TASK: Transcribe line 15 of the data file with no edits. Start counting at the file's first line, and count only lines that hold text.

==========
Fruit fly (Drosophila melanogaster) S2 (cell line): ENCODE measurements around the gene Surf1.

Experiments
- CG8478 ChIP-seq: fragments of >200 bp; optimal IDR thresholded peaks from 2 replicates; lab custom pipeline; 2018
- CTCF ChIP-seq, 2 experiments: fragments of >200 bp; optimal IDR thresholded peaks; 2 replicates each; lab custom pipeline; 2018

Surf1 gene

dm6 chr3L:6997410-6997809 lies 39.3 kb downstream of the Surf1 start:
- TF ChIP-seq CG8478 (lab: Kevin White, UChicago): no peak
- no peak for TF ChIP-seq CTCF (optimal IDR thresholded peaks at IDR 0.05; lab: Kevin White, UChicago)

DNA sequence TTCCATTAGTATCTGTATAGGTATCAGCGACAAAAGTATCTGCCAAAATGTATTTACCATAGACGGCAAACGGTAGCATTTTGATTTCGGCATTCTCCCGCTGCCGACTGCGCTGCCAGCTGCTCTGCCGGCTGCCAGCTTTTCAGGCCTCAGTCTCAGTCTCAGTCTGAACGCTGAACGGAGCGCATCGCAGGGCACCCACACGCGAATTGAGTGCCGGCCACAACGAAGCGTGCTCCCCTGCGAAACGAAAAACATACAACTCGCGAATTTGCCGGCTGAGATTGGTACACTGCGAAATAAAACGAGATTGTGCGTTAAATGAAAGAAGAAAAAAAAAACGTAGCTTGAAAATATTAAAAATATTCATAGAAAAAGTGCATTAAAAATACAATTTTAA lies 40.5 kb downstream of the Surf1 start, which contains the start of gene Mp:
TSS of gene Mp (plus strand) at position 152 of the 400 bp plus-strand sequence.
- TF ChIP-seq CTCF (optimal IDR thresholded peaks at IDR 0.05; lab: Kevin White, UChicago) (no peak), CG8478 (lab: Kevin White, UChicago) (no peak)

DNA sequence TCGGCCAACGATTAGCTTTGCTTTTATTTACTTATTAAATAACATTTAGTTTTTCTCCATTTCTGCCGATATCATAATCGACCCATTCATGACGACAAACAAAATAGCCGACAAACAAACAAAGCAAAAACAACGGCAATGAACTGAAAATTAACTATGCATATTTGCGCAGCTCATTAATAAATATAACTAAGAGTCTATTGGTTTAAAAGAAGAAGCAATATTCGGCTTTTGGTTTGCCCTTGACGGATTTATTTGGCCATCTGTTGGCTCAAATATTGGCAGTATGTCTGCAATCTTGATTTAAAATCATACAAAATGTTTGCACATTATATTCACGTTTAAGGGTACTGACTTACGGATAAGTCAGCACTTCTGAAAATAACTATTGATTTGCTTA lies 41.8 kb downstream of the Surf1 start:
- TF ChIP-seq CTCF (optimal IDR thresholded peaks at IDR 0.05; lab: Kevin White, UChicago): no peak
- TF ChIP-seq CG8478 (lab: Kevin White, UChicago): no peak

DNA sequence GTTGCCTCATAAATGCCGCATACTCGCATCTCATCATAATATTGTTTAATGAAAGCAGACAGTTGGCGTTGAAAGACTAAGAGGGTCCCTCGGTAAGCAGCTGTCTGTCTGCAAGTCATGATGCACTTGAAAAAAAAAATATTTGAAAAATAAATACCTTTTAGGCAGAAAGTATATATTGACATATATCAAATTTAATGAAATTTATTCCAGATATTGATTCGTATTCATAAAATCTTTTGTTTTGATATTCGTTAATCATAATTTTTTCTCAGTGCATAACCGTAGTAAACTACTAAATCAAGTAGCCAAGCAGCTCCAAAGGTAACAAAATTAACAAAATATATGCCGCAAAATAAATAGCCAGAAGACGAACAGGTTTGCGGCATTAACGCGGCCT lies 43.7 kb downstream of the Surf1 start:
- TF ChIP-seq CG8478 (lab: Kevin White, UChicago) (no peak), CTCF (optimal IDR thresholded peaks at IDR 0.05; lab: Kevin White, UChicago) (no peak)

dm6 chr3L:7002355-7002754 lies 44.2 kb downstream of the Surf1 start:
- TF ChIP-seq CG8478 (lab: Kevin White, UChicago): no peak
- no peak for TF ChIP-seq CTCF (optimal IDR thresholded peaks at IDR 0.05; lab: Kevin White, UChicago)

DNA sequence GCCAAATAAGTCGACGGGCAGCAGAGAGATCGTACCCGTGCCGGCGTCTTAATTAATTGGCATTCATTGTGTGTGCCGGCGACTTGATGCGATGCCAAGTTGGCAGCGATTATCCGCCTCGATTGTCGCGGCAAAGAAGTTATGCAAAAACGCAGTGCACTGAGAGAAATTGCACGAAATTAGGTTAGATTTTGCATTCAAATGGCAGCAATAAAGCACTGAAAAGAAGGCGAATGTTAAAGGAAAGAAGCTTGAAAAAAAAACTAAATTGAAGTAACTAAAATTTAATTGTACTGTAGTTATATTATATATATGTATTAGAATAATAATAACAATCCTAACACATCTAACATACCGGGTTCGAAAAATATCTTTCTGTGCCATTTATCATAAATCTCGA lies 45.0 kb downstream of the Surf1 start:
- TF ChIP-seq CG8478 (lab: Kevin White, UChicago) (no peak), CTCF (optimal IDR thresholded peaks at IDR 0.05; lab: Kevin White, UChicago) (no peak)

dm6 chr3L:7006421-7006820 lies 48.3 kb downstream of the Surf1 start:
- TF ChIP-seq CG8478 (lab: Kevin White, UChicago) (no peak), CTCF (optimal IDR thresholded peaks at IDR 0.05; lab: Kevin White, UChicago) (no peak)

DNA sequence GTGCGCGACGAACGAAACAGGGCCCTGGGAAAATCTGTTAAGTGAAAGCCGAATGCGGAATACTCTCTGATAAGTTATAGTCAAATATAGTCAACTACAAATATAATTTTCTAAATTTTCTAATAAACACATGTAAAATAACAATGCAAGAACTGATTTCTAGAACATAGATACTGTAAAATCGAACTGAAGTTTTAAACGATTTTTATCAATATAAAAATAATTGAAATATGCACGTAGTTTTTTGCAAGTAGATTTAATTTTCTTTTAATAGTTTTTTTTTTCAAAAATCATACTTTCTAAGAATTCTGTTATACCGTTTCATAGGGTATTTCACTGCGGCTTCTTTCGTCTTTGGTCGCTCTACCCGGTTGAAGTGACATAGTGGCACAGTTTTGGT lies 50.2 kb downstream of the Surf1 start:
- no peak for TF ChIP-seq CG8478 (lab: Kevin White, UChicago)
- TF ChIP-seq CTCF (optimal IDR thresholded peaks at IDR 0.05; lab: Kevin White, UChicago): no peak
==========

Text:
DNA sequence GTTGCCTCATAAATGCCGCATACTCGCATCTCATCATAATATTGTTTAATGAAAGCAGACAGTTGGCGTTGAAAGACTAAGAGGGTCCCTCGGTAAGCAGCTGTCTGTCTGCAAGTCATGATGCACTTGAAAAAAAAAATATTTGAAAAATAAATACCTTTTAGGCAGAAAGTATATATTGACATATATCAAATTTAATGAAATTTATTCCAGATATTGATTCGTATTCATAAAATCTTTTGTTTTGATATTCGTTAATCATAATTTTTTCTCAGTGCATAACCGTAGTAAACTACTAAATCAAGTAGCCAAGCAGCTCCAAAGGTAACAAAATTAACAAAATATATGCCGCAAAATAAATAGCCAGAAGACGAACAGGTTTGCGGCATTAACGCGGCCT lies 43.7 kb downstream of the Surf1 start: